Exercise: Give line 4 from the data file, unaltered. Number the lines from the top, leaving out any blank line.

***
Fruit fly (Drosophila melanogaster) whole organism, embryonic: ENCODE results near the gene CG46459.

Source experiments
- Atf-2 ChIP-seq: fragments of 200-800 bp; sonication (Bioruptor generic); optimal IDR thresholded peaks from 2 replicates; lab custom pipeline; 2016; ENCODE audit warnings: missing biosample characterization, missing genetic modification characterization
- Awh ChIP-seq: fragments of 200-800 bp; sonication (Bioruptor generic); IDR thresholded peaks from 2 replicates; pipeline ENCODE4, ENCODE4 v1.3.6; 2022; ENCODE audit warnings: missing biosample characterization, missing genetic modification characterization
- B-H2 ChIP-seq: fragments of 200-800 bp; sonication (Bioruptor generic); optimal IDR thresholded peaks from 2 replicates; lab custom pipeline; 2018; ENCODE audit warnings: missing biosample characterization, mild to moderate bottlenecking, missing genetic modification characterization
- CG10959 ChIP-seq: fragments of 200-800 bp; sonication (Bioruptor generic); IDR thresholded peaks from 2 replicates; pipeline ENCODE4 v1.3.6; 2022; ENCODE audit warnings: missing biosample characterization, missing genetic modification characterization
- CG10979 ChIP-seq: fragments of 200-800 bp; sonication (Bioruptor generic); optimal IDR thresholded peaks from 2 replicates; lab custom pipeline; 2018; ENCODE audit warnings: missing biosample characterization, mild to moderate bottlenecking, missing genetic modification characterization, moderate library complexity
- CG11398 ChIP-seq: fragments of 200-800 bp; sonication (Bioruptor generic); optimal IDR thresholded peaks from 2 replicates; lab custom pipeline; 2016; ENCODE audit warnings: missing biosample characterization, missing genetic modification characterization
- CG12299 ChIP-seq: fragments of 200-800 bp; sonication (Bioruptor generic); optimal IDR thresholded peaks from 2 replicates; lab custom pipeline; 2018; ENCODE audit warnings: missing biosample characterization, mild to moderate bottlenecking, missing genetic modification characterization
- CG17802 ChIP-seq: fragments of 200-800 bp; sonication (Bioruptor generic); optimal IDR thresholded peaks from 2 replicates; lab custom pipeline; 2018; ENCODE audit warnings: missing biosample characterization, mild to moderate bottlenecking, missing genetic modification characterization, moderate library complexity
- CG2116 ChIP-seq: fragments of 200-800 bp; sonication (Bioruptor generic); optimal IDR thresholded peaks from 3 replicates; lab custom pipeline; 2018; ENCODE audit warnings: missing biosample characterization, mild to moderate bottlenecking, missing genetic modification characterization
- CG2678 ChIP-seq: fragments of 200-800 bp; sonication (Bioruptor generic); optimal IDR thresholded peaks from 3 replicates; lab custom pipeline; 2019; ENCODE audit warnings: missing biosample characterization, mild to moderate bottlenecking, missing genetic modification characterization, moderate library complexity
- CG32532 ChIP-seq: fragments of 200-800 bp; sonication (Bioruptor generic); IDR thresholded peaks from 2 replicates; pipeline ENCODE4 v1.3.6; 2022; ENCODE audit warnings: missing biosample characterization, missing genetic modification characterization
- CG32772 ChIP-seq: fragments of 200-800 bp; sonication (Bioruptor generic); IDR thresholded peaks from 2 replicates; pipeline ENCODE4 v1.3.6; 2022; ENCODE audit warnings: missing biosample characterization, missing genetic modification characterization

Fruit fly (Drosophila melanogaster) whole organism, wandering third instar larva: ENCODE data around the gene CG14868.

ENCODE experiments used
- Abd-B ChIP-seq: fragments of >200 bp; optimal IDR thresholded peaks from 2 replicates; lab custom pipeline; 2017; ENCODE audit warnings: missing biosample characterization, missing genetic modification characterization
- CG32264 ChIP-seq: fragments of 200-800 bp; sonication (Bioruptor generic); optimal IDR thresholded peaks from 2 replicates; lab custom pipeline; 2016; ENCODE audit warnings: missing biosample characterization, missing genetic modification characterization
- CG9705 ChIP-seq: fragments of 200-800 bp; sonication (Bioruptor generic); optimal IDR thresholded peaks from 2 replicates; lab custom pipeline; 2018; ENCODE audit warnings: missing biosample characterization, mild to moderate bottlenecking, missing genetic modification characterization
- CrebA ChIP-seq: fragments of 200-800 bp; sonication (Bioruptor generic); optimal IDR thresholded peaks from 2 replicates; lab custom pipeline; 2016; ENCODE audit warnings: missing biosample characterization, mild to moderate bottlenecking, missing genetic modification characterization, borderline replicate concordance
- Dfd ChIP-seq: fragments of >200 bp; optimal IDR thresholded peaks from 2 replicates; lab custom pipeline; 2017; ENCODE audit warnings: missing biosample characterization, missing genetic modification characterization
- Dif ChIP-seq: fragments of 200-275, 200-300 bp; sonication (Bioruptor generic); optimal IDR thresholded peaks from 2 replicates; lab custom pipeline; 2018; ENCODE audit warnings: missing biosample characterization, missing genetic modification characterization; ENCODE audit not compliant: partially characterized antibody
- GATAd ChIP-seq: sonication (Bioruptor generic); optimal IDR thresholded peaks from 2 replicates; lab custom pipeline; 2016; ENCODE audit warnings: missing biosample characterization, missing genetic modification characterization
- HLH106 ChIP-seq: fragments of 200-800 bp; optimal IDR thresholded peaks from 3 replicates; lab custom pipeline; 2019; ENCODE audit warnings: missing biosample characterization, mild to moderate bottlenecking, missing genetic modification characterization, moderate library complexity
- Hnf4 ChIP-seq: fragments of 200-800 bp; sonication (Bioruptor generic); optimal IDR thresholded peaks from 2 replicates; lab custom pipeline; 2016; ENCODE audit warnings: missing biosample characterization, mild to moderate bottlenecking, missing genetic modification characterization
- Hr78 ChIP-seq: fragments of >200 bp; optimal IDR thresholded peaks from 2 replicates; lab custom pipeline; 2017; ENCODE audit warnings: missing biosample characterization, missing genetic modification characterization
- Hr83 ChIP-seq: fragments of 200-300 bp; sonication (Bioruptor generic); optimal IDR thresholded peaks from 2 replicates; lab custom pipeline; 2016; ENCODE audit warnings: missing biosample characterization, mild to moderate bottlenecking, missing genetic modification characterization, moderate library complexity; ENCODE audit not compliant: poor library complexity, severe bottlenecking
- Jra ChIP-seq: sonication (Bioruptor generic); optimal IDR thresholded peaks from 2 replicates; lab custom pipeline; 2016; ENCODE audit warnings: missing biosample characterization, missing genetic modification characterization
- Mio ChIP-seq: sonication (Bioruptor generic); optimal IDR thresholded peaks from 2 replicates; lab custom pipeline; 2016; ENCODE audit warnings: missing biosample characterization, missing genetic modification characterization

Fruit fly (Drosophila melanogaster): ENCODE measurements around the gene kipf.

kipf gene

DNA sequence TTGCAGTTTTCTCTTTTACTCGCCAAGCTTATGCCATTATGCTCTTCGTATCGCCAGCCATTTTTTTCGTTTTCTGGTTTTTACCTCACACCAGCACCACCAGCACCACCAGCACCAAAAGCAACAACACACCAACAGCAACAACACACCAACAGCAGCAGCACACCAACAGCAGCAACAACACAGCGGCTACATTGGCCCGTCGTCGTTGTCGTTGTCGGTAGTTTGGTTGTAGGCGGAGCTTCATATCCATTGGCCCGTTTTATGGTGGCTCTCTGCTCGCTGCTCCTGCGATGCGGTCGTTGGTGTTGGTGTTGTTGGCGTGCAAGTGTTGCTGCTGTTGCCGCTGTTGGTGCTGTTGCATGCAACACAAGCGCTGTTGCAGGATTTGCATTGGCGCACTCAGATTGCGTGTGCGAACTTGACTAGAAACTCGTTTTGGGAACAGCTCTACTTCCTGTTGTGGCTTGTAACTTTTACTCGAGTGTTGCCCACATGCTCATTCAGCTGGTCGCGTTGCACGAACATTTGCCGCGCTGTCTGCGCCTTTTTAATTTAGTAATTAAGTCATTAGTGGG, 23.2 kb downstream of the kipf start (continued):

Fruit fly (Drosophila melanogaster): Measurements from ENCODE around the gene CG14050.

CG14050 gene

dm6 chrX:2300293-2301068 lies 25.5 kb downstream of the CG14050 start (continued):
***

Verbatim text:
- Awh ChIP-seq: fragments of 200-800 bp; sonication (Bioruptor generic); IDR thresholded peaks from 2 replicates; pipeline ENCODE4, ENCODE4 v1.3.6; 2022; ENCODE audit warnings: missing biosample characterization, missing genetic modification characterization